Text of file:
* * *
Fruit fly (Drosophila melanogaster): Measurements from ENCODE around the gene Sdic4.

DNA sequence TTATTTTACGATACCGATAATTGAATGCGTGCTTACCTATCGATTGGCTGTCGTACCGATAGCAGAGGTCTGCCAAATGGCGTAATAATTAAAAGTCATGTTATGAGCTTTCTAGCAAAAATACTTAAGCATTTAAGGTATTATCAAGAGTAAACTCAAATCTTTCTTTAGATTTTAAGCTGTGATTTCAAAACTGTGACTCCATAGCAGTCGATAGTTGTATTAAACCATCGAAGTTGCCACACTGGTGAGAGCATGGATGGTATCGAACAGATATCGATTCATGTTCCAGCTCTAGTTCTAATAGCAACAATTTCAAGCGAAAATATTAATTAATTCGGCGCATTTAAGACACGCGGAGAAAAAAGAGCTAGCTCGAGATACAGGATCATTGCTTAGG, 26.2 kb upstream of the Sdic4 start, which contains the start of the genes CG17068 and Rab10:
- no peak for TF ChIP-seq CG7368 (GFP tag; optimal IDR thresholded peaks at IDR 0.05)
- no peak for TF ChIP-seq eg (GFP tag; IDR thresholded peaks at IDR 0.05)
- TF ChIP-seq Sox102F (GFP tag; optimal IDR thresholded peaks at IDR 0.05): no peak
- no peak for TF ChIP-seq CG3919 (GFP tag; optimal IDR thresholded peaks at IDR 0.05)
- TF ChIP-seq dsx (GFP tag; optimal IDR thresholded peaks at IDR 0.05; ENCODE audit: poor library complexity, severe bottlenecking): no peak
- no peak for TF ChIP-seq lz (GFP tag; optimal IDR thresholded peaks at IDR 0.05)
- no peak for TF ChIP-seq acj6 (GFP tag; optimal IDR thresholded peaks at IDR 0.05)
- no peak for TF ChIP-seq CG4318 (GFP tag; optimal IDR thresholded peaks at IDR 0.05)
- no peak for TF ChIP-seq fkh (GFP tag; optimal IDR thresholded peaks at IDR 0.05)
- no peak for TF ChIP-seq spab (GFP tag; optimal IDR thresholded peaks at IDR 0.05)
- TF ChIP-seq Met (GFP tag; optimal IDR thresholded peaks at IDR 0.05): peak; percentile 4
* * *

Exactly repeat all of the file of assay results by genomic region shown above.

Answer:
Fruit fly (Drosophila melanogaster): Measurements from ENCODE around the gene Sdic4.

DNA sequence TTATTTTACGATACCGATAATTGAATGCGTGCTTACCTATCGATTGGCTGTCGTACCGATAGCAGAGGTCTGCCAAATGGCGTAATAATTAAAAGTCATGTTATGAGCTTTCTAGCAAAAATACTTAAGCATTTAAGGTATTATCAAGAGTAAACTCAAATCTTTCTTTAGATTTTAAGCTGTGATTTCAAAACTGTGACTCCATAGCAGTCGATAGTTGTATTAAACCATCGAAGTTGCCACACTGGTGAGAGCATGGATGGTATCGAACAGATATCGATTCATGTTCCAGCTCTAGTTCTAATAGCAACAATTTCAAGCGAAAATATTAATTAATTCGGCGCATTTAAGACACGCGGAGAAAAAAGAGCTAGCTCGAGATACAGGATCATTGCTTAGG, 26.2 kb upstream of the Sdic4 start, which contains the start of the genes CG17068 and Rab10:
- no peak for TF ChIP-seq CG7368 (GFP tag; optimal IDR thresholded peaks at IDR 0.05)
- no peak for TF ChIP-seq eg (GFP tag; IDR thresholded peaks at IDR 0.05)
- TF ChIP-seq Sox102F (GFP tag; optimal IDR thresholded peaks at IDR 0.05): no peak
- no peak for TF ChIP-seq CG3919 (GFP tag; optimal IDR thresholded peaks at IDR 0.05)
- TF ChIP-seq dsx (GFP tag; optimal IDR thresholded peaks at IDR 0.05; ENCODE audit: poor library complexity, severe bottlenecking): no peak
- no peak for TF ChIP-seq lz (GFP tag; optimal IDR thresholded peaks at IDR 0.05)
- no peak for TF ChIP-seq acj6 (GFP tag; optimal IDR thresholded peaks at IDR 0.05)
- no peak for TF ChIP-seq CG4318 (GFP tag; optimal IDR thresholded peaks at IDR 0.05)
- no peak for TF ChIP-seq fkh (GFP tag; optimal IDR thresholded peaks at IDR 0.05)
- no peak for TF ChIP-seq spab (GFP tag; optimal IDR thresholded peaks at IDR 0.05)
- TF ChIP-seq Met (GFP tag; optimal IDR thresholded peaks at IDR 0.05): peak; percentile 4